An anonymous Eastern Conference coach believes the Pittsburgh Penguins will beat the Boston Bruins in the Eastern Conference finals, thus advancing to the Stanley Cup Final, according to the Toronto Sun.
That coach – who could it be? – called the Penguins in five games, too.
Here’s a snippet of what the mystery bench boss told the Toronto Sun.
“I think both teams are very deep at forward and I think the Penguins have the scoring depth as far as the number of goals. That gives them a bit of an advantage.
“Where the Bruins are strong is in the number of guys who can play a 200-foot game. They are very good systemically. The big factor is going to be Pittsburgh’s ability to continue generating offence and who is going to be able to establish their game how often and for how long.”
Of course, the Bruins and their fans might think otherwise. And be sure to click here for a video preview of the Eastern final from ProHockeyTalk’s own Mike Halford and Jason Brough.
The Penguins, who also won out on the Jarome Iginla sweepstakes over Boston prior to the trade deadline, did sweep the season series, going 3-0-0 against the Bruins.
All three games, however, were decided by one goal, as pointed out by Tim Wharnsby of CBC in his Eastern Conference final preview.
On Thursday, Brough and I talked to NBC’s Kay Adams about what to expect from the 2013 Eastern Conference finals.
In the Pittsburgh Penguins and Boston Bruins, we have two of the last four Stanley Cup winners, and two teams that easily dispatched of their opponents in the conference semis.
(The Pens beat the Sens in five games; the Bruins beat the Rangers in five as well.)
What are some of the keys for both Boston and Pittsburgh?
We take a look in the latest edition of PHT Extra:
Andrew Ference won’t return to action for Game 1 of the Eastern Conference finals on Saturday.
Boston Bruins head coach Claude Julien confirmed as much after Thursday’s practice, saying the veteran defenseman still hasn’t received medical clearance to return from his undisclosed injury.
The 34-year-old hasn’t played since Game 5 of the Toronto series, but has resumed skating and was recently described as “on the mend,” by Julien.
Julien also stated that, even if Ference was healthy enough to return, there’s no guarantee he’d get in.
Young defensemen Matt Bartkowski and Torey Krug have performed admirably in relief (Ference and Wade Redden missed the entire second round; Dennis Seidenberg only returned for Game 5) and could be tough to drop from the lineup.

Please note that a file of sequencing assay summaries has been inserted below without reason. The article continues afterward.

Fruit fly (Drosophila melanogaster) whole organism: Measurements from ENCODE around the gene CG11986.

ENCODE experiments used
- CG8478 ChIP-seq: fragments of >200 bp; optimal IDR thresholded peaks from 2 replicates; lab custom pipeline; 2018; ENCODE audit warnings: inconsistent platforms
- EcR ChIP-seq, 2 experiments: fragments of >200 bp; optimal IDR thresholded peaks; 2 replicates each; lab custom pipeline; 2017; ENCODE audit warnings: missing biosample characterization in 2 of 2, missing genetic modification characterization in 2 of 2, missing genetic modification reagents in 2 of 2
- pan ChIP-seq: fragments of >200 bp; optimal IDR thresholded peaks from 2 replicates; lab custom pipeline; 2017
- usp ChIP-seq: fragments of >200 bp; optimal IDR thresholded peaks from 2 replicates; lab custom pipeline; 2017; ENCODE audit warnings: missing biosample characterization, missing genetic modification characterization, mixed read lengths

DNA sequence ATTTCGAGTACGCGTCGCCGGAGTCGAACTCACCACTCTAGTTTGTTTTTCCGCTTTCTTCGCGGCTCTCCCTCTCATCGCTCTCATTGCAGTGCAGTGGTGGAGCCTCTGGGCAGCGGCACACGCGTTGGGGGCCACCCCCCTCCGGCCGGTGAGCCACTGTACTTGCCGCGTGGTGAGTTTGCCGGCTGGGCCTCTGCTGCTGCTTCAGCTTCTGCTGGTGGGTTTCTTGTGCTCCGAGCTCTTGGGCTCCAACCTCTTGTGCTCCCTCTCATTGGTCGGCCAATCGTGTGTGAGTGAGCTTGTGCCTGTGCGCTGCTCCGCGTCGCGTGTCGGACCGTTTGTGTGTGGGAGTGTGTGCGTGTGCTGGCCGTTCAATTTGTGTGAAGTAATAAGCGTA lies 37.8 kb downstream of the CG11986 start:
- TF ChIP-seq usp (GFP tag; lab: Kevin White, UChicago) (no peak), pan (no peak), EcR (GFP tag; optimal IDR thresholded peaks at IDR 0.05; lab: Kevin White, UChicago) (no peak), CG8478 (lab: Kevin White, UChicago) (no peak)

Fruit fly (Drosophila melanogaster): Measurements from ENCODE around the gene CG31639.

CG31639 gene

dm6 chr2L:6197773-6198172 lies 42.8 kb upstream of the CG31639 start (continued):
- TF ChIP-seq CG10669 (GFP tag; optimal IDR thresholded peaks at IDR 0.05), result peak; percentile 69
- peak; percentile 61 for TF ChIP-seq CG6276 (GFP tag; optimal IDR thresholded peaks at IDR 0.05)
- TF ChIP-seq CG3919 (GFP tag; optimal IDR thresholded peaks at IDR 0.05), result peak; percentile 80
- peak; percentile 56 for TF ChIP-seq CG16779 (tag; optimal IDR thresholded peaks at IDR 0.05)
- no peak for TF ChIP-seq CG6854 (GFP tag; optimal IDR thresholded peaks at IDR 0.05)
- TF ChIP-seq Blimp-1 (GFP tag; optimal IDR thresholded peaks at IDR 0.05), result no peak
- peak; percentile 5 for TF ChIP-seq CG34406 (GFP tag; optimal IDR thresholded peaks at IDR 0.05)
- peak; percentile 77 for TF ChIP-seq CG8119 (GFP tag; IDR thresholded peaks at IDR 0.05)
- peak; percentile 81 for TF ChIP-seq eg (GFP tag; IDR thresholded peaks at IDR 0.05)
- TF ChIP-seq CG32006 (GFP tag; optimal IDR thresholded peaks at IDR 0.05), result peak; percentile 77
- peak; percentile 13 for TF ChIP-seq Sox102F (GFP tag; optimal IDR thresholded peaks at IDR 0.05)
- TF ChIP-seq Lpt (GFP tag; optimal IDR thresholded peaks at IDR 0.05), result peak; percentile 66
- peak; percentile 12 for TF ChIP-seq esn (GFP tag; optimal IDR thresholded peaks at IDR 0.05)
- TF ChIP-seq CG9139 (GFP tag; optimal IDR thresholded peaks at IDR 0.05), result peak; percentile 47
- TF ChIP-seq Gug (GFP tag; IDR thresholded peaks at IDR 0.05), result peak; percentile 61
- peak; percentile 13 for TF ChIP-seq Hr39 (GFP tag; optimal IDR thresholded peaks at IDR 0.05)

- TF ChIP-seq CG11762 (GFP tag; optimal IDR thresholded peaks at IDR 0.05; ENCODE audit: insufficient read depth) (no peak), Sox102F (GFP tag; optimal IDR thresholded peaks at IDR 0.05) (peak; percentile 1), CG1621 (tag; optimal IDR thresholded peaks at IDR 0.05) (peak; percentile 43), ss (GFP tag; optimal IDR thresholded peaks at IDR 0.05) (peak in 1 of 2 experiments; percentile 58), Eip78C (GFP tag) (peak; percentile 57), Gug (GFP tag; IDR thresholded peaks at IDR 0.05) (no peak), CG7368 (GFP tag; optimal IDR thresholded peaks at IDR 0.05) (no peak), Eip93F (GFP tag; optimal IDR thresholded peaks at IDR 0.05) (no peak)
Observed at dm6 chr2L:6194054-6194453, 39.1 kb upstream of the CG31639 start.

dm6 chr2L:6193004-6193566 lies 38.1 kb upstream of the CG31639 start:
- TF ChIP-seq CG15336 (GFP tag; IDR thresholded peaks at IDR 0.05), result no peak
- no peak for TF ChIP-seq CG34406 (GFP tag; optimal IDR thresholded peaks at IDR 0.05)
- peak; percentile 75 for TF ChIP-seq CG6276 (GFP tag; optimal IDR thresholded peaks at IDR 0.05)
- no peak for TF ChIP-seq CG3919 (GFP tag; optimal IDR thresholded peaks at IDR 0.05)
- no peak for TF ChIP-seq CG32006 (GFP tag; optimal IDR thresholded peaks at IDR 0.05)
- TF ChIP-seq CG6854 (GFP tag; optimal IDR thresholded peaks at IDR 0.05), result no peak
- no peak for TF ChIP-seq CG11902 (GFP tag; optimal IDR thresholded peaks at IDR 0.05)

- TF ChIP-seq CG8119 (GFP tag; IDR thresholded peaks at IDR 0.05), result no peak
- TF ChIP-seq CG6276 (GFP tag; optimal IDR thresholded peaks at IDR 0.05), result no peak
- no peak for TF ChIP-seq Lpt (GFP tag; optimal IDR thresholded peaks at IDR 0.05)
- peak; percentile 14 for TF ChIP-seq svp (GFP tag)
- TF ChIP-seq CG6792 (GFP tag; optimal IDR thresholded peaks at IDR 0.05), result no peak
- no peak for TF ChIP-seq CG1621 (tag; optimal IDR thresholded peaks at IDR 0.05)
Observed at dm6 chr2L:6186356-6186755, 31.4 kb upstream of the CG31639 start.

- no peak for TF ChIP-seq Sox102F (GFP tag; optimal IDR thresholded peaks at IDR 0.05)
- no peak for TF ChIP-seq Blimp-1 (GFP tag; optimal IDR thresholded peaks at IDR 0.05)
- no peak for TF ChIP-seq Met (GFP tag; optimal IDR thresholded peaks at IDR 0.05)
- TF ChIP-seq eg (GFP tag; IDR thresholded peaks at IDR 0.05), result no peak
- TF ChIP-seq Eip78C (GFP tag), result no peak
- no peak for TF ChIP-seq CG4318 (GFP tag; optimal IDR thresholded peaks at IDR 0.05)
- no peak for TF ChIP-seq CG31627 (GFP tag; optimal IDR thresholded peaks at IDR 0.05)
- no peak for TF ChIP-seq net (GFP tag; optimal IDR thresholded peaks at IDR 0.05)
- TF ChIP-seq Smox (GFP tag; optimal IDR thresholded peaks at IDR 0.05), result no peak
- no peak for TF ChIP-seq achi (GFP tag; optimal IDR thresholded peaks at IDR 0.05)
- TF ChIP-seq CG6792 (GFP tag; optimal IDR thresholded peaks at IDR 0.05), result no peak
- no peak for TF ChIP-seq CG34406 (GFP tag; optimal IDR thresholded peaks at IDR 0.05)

That said, it could be hard for Boston to go without Ference’s postseason experience.
He has 110 career playoff games under his belt, appearing in two Stanley Cup finals (in ’04 with Calgary and during Boston’s 2011 championship).
Jarome Iginla had his choice of being traded to the Boston Bruins or Pittsburgh Penguins. As we all now know, he chose Pittsburgh, even though the Bruins initially thought the opposite.
Now he’ll battle the team he turned down for the right to play in the Stanley Cup finals — and he’s not surprised by how things turned out.
“I was very fortunate that both teams were interested and I was fortunate that Calgary gave me that chance,” Iginla told the Penguins’ official website. “I chose Pitt. I’m thrilled.
“I know Boston is a great team and it was one of those situations that when I did it, I knew there was a big possibility that we’d be in this situation and here we are. I’m excited about the challenge.”
So far, the Pittsburgh Penguins have gotten exactly what they wanted out of Iginla. He hasn’t been their star player in the postseason, but he’s been a huge contributor with four goals and 12 points in 11 games. That puts him in fourth place among the Penguins, but only one Boston Bruins player has done better.
After missing out on Iginla, the Bruins acquired Jaromir Jagr. He’s struggled in the playoffs, but traditionally has been strong against the team that originally drafted him in 1990. During the 2012 playoffs, Jagr had a goal and seven points to help the Philadelphia Flyers eliminate the Penguins in six games.
Both players will attract a lot of attention in the Eastern Conference finals.
Iginla: Stanley Cup or no, I’m not retiring
Bruins GM Chiarelli sticks to his guns over Jagr-Iginla debate
Many of the Boston Bruins players were teammates with Marc Savard when Matt Cooke’s controversial hit basically ended his career. Milan Lucic told CSNNE.com that they haven’t forgotten that moment, but they don’t intend to jeopardize their chances to win against the Pittsburgh Penguins in the name of revenge.
“It’s an interesting question because if it wasn’t for that [Cooke hit], where would Marc Savard be today? He’d still be under contract with us, and would be on our team,” Lucic said. “I still talk to [Savard] and keep in touch with him. He was a good friend of mine when he was on the team.
“It’s still in the back of your mind, but it’s not the focal point when you’re getting ready to play in this kind of a series.”
(Note: Savard is technically still under contract until the 2016-17 season ends, although he’s almost certain to remain on the LTIR.)
Head coach Claude Julien equates the situation to maintaining discipline in regard to Jarome Iginla’s decision to snub the team and join the Penguins instead.
“It depends what you mean by that,” Julien said. “Are you talking about the [Marc] Savard thing? Or are you talking about the way Matt Cooke plays? There are different ways of answering that. At one point, you’ve got to move on from certain things. Just like the next question will be like Iginla. Stuff like that. We all know about that. The thing we have to focus on is finding a way to win the series.
“If you just want revenge on this guy or that guy . . . is it really the right focus to have? The best way to get that satisfaction is by winning a series. So I think that’s where your focus has to be.”